Doing that directly, of course, may prove difficult, since the site can shift from server to server, change its name, and still be accessible by Tor users. That's why lawmakers seem intent on cracking down on the Bitcoin exchange, which functions like a bank and thus has transactions that are traceable. "The DEA is constantly evaluating and analyzing new technologies and schemes perpetrated by drug trafficking networks," DEA spokeswoman Dawn Dearden told Reuters. "While we won't confirm or deny the existence of specific investigations, the DEA is well aware of these emerging threats and we will act accordingly."
Texas Rangers, Texas Parks and Wildlife game wardens, and U.S. Border Patrol agents interrupted smugglers on the border in Hidalgo County on June 9, as the smugglers were trying to move 1,500 pounds of pot across the river. The smugglers tossed rocks and then started firing weapons at the officers; the officers fired back, according to the Texas Department of Public Safety, striking at least three of the smugglers, who fled back into Mexico. (Reportedly, the smugglers fired four rounds, prompting Texas agents to respond with some 300 rounds of ammo.)
DPS Director Steve McCraw this week told the Texas Public Safety Commission that over the last 18 months, drug smugglers in the Valley have run from police and have ditched their drugs in the river – a so-called "splashdown" – in an effort to escape back to Mexico, 55 times. The incidents, he told the PSC, have increased over the last several years. "Our officers already are seeing incidents where the cartels are using blocking and chase vehicles, throwing caltrops to puncture law enforcement tires, using organized boat recovery operations and conducting surveillance on law enforcement," McCraw said. "We are concerned about the escalation of violence against our officers." Homeland Security Today reports that the smugglers are believed to be members of the Gulf Cartel and that one member shot by Texas agents may have been killed. McCraw considers it "an attempted capital murder of both Texas police officers and Border Patrol agents," HST reports.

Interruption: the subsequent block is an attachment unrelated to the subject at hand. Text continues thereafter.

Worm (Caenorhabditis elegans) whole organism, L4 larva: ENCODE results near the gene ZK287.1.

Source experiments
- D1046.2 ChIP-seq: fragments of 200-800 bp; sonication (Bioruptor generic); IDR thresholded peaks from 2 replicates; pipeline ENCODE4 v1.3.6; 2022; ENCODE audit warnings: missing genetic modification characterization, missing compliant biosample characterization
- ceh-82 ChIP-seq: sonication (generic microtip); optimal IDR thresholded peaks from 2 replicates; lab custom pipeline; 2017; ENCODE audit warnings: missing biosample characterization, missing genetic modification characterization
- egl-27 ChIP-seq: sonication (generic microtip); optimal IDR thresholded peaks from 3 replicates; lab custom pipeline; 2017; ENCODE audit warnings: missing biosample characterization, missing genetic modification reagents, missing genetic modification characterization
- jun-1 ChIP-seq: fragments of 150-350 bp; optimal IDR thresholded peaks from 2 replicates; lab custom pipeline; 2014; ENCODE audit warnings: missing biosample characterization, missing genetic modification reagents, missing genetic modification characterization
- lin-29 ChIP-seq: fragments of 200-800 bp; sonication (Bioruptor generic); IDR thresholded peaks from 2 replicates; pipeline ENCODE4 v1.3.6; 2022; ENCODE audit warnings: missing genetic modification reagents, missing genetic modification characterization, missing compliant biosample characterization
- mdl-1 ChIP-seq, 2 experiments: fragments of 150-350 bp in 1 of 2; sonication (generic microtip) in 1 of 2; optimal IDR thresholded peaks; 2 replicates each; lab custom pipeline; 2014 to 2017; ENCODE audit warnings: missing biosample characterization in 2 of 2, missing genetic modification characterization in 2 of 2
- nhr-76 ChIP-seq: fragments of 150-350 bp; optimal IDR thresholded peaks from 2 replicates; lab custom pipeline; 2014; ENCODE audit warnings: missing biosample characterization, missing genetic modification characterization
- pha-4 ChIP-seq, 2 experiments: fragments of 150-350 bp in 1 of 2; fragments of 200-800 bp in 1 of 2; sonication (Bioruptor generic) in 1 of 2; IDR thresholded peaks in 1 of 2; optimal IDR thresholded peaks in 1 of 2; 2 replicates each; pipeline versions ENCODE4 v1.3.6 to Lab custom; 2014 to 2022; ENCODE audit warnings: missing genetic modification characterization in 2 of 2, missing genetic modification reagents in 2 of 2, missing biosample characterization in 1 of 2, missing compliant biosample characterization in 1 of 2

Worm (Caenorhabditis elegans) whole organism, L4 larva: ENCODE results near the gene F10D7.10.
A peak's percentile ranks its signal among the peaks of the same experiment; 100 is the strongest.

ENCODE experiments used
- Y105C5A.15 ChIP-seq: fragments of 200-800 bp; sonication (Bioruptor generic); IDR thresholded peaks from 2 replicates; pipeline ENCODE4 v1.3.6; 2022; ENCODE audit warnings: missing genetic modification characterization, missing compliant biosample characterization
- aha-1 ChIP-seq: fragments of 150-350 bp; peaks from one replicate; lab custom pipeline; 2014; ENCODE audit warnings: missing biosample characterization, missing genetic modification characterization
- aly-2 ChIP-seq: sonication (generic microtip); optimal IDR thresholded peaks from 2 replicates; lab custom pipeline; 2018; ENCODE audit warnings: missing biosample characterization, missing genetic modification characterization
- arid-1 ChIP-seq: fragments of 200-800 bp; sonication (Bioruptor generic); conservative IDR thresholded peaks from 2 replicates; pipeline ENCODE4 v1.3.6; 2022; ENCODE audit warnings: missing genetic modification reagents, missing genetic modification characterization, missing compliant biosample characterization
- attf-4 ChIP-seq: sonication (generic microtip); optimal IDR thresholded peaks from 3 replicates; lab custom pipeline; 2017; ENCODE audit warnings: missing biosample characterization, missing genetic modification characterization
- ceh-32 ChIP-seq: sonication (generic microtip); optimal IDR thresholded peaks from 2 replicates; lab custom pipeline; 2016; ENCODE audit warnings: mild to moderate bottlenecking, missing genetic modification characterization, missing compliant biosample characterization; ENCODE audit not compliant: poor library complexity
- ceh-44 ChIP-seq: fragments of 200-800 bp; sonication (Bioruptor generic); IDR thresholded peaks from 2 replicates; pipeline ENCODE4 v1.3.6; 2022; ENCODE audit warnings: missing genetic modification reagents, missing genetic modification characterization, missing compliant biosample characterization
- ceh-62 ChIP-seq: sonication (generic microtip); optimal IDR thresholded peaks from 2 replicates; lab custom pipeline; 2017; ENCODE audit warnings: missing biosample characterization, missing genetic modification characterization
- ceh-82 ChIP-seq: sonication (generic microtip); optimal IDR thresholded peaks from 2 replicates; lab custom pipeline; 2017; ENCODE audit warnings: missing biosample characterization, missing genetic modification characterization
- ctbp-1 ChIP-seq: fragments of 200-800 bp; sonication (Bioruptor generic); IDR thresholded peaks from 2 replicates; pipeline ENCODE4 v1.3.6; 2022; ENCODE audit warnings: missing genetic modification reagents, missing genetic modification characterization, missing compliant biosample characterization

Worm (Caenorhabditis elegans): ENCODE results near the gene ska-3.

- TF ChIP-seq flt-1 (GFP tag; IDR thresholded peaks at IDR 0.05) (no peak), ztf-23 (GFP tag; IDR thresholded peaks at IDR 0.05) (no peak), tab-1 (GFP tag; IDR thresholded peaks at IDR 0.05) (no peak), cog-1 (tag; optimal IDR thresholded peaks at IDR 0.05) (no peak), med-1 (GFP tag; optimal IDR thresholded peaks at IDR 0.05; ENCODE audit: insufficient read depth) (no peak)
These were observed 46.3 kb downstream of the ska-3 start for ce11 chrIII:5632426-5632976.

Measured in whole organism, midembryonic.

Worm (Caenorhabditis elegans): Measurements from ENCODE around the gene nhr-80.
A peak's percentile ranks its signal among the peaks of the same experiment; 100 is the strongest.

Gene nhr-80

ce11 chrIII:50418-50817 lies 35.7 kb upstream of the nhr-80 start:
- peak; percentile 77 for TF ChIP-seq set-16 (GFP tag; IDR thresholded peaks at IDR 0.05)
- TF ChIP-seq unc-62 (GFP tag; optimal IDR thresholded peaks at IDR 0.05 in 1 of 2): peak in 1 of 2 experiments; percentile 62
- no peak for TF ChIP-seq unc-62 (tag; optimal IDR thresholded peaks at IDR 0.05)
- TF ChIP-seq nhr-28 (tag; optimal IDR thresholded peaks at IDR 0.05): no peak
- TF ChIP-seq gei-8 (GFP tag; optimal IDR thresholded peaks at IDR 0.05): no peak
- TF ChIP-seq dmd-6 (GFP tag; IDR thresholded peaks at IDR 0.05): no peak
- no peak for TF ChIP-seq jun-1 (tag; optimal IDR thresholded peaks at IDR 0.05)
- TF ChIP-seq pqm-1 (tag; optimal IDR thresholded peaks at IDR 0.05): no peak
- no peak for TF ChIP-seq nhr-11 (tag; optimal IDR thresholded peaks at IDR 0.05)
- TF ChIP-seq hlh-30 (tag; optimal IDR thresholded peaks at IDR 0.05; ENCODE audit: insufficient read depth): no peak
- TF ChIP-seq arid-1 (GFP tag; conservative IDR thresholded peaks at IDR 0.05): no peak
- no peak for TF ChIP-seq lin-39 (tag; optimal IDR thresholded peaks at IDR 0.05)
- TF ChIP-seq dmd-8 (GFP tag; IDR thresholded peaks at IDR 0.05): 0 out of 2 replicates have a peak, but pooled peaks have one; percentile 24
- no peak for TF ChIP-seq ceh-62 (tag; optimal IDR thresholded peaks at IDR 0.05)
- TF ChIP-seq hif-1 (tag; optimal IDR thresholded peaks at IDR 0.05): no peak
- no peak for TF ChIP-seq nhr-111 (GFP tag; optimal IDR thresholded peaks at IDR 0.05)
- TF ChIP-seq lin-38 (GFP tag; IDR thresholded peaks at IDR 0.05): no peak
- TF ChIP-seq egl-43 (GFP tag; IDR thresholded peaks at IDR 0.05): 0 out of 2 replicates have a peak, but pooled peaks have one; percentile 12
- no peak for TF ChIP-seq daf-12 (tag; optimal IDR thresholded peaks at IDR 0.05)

NO DRUGS, ONLY DEATH:
SWAT officers with the Pima County (Ariz.) Sheriff's Department this week were cleared of any wrongdoing in connection with the raid of a Tucson home that netted no drugs and left 26-year-old Jose Guerena, a Marine, dead.
The SWAT team broke into Guerena's home and almost immediately fired more than 70 rounds at Guerena because, they said, he pointed a firearm at them. Reportedly, however, Guerena – killed while standing in his hallway in his underwear – came to the door armed only after his wife reported that she'd spied armed intruders at their door. According to the police, they had to fire because Guerena was armed. To make matters worse, the team left Guerena without medical attention for more than an hour while they searched the home. They found only legal weapons. The official reaction to the episode seems nonchalant at best: "The officers were mistaken in believing Mr. Guerena fired at them," Pima County Chief Criminal Deputy Attorney David Berkman wrote in a report on the incident (as reported by the Drug Reform Coordination Network). "However, when Mr. Guerena raised the AR-15...rifle in their direction, they needed to take immediate action to stop the deadly threat against them."
Perhaps that could've been accomplished by not approaching the situation as they did, breaking down the front door with guns blazing. Just a thought. You be the judge. Video of the raid can be found here.